Hans Zimmer initially wrote Dunkirk’s score as a single piece, which had never been done before. It was an hour and 40 minutes long. For practicality, this one piece was later broken up into a few different tracks, but they’re all connected by the sound of a ticking clock.

This ticking sound was taken from one of Christopher Nolan’s own pocket watches. Synthesizers were added to the ticking in order to distort it for various different points in the movie, but the base sound came from Nolan’s pocket watch.

5 Dunkirk Was One Of Four 2010s Movies To Be Shot On 65mm

There were four major movie releases in the 2010s that were shot on 65mm and released in 70mm. The first was The Master, Paul Thomas Anderson’s veiled critique of the Church of Scientology, in 2012. The second was The Hateful Eight, Quentin Tarantino’s claustrophobic revisionist western whodunit, in 2015.

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The third was Dunkirk in 2017, and the fourth was Murder on the Orient Express, also in 2017, coincidentally directed by Dunkirk actor Kenneth Branagh (although that movie’s 70mm release was more limited than the other three).

4 Christopher Nolan Wrote The Script To Work In Tandem With The Sound Design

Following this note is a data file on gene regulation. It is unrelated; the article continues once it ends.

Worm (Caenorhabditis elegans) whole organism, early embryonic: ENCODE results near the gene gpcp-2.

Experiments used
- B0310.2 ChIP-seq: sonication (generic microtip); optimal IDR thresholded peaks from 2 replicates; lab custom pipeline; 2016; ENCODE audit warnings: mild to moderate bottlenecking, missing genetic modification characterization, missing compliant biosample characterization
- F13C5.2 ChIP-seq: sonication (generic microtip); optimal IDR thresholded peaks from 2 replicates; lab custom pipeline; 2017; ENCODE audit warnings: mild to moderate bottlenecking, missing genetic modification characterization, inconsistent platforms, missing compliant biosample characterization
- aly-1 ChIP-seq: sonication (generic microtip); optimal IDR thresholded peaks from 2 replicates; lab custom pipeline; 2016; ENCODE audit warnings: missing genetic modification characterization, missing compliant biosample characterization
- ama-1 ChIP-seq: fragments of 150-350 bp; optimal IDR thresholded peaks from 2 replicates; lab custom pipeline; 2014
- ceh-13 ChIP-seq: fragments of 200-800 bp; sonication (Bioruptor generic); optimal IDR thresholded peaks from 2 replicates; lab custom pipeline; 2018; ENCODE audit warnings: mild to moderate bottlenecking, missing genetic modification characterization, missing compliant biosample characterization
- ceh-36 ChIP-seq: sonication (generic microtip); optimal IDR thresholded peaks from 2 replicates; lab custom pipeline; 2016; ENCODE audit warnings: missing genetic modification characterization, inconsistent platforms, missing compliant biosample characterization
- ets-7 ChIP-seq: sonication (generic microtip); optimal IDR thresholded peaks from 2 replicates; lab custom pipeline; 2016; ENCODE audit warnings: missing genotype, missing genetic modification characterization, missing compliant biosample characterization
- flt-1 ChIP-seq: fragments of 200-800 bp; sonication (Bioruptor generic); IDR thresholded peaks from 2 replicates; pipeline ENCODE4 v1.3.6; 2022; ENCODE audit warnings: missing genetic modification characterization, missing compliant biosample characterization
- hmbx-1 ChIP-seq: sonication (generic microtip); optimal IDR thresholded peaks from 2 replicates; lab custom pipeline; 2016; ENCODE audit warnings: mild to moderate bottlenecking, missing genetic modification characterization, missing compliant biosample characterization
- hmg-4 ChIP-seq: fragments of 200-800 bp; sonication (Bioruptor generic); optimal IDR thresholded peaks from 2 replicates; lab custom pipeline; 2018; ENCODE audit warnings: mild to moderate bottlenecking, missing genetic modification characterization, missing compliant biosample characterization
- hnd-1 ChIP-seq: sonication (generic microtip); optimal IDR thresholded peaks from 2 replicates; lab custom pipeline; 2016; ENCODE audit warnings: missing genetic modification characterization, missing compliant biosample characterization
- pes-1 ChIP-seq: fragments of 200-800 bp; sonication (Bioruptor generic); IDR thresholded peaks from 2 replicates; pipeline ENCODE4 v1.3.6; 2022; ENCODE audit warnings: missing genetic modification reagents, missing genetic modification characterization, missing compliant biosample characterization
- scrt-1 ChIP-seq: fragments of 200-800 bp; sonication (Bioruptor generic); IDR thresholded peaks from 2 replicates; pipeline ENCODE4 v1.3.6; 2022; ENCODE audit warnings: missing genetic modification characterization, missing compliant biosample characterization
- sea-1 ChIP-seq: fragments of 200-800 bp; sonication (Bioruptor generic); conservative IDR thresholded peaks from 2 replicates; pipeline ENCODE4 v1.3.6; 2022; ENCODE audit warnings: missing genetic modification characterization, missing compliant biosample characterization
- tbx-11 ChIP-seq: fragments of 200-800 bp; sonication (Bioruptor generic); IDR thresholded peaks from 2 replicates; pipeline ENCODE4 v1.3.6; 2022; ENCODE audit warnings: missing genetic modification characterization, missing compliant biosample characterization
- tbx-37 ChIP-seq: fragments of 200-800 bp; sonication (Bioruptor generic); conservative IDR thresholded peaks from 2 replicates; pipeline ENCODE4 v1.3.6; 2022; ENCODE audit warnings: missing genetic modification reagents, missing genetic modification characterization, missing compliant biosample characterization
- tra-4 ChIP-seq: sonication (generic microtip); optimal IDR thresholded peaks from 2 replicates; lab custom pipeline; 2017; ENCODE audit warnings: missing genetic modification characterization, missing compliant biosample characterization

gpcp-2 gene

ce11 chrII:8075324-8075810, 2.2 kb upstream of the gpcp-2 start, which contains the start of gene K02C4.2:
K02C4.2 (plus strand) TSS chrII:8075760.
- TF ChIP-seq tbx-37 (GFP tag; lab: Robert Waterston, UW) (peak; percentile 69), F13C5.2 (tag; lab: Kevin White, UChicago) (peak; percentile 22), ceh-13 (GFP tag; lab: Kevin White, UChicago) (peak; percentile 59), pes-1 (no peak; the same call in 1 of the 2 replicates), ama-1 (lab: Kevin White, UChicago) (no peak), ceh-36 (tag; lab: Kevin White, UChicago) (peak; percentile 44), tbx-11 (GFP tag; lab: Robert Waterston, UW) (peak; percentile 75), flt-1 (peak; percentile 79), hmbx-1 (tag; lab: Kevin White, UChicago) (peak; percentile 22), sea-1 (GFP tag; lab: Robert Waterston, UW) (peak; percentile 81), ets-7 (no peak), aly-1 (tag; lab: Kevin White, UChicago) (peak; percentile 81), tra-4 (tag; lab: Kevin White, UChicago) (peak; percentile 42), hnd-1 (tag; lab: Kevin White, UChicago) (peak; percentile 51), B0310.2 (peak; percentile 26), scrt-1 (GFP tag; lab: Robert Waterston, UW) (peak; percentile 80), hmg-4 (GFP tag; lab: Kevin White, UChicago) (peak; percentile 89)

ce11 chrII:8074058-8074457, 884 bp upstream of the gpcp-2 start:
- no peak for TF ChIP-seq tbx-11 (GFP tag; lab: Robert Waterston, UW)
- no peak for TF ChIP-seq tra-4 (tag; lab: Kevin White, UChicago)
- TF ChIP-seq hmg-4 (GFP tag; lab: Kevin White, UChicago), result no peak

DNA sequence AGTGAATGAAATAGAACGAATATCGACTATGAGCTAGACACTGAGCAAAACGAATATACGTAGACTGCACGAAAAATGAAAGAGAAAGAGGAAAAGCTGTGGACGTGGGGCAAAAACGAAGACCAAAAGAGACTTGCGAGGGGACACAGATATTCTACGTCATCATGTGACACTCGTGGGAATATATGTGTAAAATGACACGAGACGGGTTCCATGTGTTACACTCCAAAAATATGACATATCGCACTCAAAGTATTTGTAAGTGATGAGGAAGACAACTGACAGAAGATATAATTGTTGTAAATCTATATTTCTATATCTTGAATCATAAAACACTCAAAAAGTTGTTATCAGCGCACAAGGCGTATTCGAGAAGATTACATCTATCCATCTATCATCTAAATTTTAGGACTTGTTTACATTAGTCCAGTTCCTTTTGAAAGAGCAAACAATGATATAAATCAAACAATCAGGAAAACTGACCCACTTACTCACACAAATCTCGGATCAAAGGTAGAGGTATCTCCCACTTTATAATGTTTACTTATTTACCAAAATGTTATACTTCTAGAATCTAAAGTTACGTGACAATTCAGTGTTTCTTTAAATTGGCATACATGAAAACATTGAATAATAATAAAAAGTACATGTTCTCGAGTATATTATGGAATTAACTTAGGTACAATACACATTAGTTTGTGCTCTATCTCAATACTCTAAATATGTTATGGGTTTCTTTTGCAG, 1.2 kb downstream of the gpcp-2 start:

One of the most cinematic aspects of Dunkirk is its intense sound design. Christopher Nolan used a Shepard tone – a tone in which hidden loops make ascending notes sound like they’re rising in pitch continuously – as the backbone of the film’s sound design.

He then decided to use the principle of the Shepard tone in the writing process. As he cut between the three parallel story threads, he wanted each scene to build on the suspense and anxiety. So, when one storyline peaked, he’d cut to one that still had some tension-building to go.

3 Michael Caine Has An Uncredited Cameo

If Christopher Nolan can find a role for Michael Caine, he’ll give it to him. He played significant roles in The Dark Knight trilogy, Inception, Interstellar, and The Prestige, and he’s also due to show up in Nolan’s upcoming action thriller Tenet.

Caine didn’t have a major role in Dunkirk, but he did make an uncredited cameo appearance as the voice of Fortis Leader. This was a nod to the actor’s role in Guy Hamilton’s 1969 WWII classic Battle of Britain.

2 The Movie Featured As Many Practical Effects As Possible

As with all of Christopher Nolan’s movies, Dunkirk featured as many practical effects as possible. Some CGI was needed to smooth over the rough edges of the special effects shots, but if it could be done practically, Nolan did it practically.

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This included hiring thousands of extras, sourcing actual ships that were used in the war, and staging real dogfights with IMAX cameras mounted in the planes.

1 Christopher Nolan Cast Unknown Actors To Show How Young The Soldiers Were

When Christopher Nolan was first researching the evacuation of Dunkirk, what stood out to him was how young and inexperienced the soldiers on the beaches were. So, he decided to cast young, unknown actors in the beach sequences.

Older, more experienced troops were played by Cillian Murphy and Tom Hardy, but on the beaches, actors like Fionn Whitehead were used to show that the soldiers being evacuated were just kids.